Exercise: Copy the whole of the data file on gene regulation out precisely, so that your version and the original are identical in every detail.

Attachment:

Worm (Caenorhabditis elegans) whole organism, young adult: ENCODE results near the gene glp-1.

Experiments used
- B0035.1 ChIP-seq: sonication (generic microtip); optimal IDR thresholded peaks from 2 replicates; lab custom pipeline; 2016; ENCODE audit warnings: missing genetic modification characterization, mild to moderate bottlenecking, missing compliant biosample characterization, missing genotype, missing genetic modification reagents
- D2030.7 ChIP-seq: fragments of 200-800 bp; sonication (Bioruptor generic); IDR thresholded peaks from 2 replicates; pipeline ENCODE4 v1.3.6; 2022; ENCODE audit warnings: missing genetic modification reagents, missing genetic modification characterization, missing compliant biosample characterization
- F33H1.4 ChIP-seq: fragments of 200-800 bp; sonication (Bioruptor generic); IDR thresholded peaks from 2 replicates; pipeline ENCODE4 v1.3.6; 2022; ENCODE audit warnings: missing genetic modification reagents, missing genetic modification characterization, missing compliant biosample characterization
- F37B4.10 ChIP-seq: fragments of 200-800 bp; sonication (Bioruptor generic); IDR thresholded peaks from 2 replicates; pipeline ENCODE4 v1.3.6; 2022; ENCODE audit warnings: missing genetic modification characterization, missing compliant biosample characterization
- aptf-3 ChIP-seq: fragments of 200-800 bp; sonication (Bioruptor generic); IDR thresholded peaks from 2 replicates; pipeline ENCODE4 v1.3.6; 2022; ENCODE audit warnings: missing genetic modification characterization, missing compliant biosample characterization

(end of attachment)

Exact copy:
Worm (Caenorhabditis elegans) whole organism, young adult: ENCODE results near the gene glp-1.

Experiments used
- B0035.1 ChIP-seq: sonication (generic microtip); optimal IDR thresholded peaks from 2 replicates; lab custom pipeline; 2016; ENCODE audit warnings: missing genetic modification characterization, mild to moderate bottlenecking, missing compliant biosample characterization, missing genotype, missing genetic modification reagents
- D2030.7 ChIP-seq: fragments of 200-800 bp; sonication (Bioruptor generic); IDR thresholded peaks from 2 replicates; pipeline ENCODE4 v1.3.6; 2022; ENCODE audit warnings: missing genetic modification reagents, missing genetic modification characterization, missing compliant biosample characterization
- F33H1.4 ChIP-seq: fragments of 200-800 bp; sonication (Bioruptor generic); IDR thresholded peaks from 2 replicates; pipeline ENCODE4 v1.3.6; 2022; ENCODE audit warnings: missing genetic modification reagents, missing genetic modification characterization, missing compliant biosample characterization
- F37B4.10 ChIP-seq: fragments of 200-800 bp; sonication (Bioruptor generic); IDR thresholded peaks from 2 replicates; pipeline ENCODE4 v1.3.6; 2022; ENCODE audit warnings: missing genetic modification characterization, missing compliant biosample characterization
- aptf-3 ChIP-seq: fragments of 200-800 bp; sonication (Bioruptor generic); IDR thresholded peaks from 2 replicates; pipeline ENCODE4 v1.3.6; 2022; ENCODE audit warnings: missing genetic modification characterization, missing compliant biosample characterization